How Much Should I Pay for Medicare?

The United States federal government offers medical insurance, called Medicare, to American seniors aged 65 years and older and those who qualify earlier due to disability.  If you work in the United States and pay payroll taxes, you may notice that a portion of your paycheck goes to Medicare. When people near Medicare eligibility, they assume there are no costs associated since they have paid Medicare taxes throughout their careers. So, if you are nearing Medicare eligibility and are wondering, “How much should I pay for Medicare,” let’s take a look at Medicare’s costs for the year 2021.

Part A (inpatient coverage)

Medicare Part A covers inpatient services, such as your room and board at the hospital, as well as skilled nursing and hospice. 99% of Medicare beneficiaries qualify for a premium-free Part A. You can be eligible for a $0 premium for Part A as long as you or your spouse have worked 40 quarters, which is ten years, in the United States and paid payroll taxes during that time.

If you are short 40 quarters, but you have between 30 to 39 quarters, you will have a pro-rated monthly premium of $259 in 2021. If you have less than 30 quarters, you will pay the full Part A premium of $479 in 2021.

The Centers for Medicare and Medicaid Services (CMS) set the Part A deductible and coinsurance every year, which you will be responsible for if you are ever an inpatient at a hospital. In 2021, the Part A deductible is $1,484 per 60-day benefit period; this is a $76 increase from 2020.

After you pay the Part A deductible, Medicare will cover your inpatient stay in full up to 60 days. After day 60, your daily copayment would be $371 for days between 61 and 90. If your hospital stay exceeded past day 90, you would pay $742 per day up until day 150. After day 150, you would be responsible for the remainder of your stay in full.

Part B (outpatient coverage)

Medicare Part B provides coverage for Medicare-approved outpatient services. For example, Medicare Part B covers doctor’s visits, durable medical equipment, chemotherapy, ambulance rides, and much more. You would pay the Part B premium, whether you paid payroll taxes for ten years or not.

When you are eligible for Medicare, the Social Security office pulls your IRS tax returns two years prior to determine your monthly Part B and Part D premium. In 2021, if your income from two years earlier – in this case, in 2019 – was $88,000 or less, or if your joint income was $176,000 or less, you would pay the standard Part B premium, which is $148.50 in 2021.

If you are in a higher income bracket, you will be subject to an Income Related Monthly Adjustment Amount (IRMAA) on top of your monthly premium. For example, if your income were more than $88,000 and up to $111,000, your Part B premium in 2021 would be $207.90.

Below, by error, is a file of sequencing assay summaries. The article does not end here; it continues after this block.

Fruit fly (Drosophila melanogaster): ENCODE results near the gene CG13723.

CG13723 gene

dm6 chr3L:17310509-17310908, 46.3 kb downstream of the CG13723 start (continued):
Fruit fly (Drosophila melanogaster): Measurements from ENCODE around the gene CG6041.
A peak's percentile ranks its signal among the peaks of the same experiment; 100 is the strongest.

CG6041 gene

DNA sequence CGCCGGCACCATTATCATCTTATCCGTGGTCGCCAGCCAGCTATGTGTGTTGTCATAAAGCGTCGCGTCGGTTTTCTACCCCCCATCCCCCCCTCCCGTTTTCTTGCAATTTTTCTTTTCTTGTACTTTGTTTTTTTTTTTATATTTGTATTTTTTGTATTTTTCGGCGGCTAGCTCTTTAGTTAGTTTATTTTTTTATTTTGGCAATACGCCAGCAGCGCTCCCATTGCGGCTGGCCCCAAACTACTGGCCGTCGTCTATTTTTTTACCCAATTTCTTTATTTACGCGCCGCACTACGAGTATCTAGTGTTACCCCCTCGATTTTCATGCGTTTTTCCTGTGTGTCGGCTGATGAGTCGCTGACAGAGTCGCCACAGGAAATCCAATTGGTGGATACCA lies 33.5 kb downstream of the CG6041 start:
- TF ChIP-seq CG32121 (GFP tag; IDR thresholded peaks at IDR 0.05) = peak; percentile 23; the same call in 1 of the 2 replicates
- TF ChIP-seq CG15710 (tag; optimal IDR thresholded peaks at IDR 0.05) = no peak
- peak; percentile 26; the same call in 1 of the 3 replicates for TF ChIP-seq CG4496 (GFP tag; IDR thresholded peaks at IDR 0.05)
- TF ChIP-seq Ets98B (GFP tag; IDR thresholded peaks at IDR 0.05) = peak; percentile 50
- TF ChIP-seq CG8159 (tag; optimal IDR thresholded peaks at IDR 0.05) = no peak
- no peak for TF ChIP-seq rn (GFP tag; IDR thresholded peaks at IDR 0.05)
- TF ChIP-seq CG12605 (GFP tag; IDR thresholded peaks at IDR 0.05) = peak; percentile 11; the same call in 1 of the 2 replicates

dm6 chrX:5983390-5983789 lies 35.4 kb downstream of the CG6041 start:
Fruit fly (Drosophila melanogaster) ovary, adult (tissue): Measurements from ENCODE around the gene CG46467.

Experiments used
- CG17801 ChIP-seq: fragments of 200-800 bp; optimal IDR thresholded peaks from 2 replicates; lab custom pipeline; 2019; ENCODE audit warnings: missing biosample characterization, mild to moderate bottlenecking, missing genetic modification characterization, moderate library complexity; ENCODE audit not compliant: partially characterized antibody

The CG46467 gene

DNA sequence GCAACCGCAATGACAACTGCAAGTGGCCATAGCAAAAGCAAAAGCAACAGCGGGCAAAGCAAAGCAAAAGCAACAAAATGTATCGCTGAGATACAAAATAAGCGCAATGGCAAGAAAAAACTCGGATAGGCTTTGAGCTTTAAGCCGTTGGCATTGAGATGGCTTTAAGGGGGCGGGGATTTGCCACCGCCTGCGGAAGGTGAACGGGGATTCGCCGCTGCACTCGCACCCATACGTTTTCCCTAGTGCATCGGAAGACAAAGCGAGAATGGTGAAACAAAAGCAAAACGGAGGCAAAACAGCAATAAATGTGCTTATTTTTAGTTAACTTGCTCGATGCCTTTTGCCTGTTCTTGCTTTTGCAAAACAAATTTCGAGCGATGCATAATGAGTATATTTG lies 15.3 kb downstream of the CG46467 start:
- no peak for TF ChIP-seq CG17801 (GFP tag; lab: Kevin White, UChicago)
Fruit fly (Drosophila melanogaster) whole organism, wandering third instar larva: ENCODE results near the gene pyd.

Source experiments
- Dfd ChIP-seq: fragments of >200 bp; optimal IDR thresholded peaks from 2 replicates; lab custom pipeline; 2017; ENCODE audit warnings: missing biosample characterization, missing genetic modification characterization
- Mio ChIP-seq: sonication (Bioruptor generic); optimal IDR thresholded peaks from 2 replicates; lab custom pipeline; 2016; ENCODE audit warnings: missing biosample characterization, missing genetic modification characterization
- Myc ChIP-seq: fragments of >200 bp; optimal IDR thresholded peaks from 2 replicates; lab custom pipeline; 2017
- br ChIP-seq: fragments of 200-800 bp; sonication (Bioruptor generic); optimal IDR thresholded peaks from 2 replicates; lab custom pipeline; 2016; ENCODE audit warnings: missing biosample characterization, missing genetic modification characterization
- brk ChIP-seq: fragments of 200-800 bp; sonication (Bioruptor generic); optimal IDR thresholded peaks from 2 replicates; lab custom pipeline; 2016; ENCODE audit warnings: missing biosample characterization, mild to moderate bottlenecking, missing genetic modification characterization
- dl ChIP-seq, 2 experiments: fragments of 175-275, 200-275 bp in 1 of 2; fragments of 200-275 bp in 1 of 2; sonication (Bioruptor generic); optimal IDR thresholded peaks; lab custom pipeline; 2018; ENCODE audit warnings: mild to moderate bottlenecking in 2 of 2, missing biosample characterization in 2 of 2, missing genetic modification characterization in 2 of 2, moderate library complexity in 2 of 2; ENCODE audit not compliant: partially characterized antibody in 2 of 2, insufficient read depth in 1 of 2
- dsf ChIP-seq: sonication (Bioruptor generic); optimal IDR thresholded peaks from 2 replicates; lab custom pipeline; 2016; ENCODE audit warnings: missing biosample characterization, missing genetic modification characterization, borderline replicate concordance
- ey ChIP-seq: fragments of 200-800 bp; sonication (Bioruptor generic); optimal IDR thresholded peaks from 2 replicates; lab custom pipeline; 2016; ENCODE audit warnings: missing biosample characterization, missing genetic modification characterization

If you are charged with an IRMAA and no longer make the same income you did two years prior, you can file an IRMAA appeal.

There is also a deductible you must pay when you receive outpatient services. In 2021, the annual Part B deductible is $203. Once you pay the Part B deductible, you will pay a 20% coinsurance for Medicare-approved outpatient services, and Part B covers the other 80%.

Part D (prescription drug coverage)

You get Part A and Part B through the federal government. However, private insurance companies sell Part D drug plans. Medicare Parts A and B do not cover prescription drugs. Therefore, you would want to consider purchasing a Part D plan for drug coverage, or you will pay for your medications in full at the pharmacy.

Since private insurance companies sell these types of plans, there is no set premium for Part D. All Part D plan premiums vary, as you can find some plans as low as $8 and others as high as $90. As mentioned above, you can be subject to an IRMAA charge for Part D if you are in a high-income bracket. If so, then you will pay more for Medicare Part D monthly.

There are four stages in Part D plans, and the first stage is the Medicare Part D deductible. In 2021, the Part D deductible is $445. However, a carrier can lower the Part D plan’s deductible but cannot increase it past $445. It’s always beneficial to shop plans to ensure you are in a cost-effective plan and that the plan covers your needed medications.


Medicare has costs in the form of premiums, copayments, and deductibles. Medicare’s costs can change from year to year, so it’s always good to be in contact with a reputable Medicare broker who stays up to date with Medicare’s changes. You can also refer to for more Medicare information.

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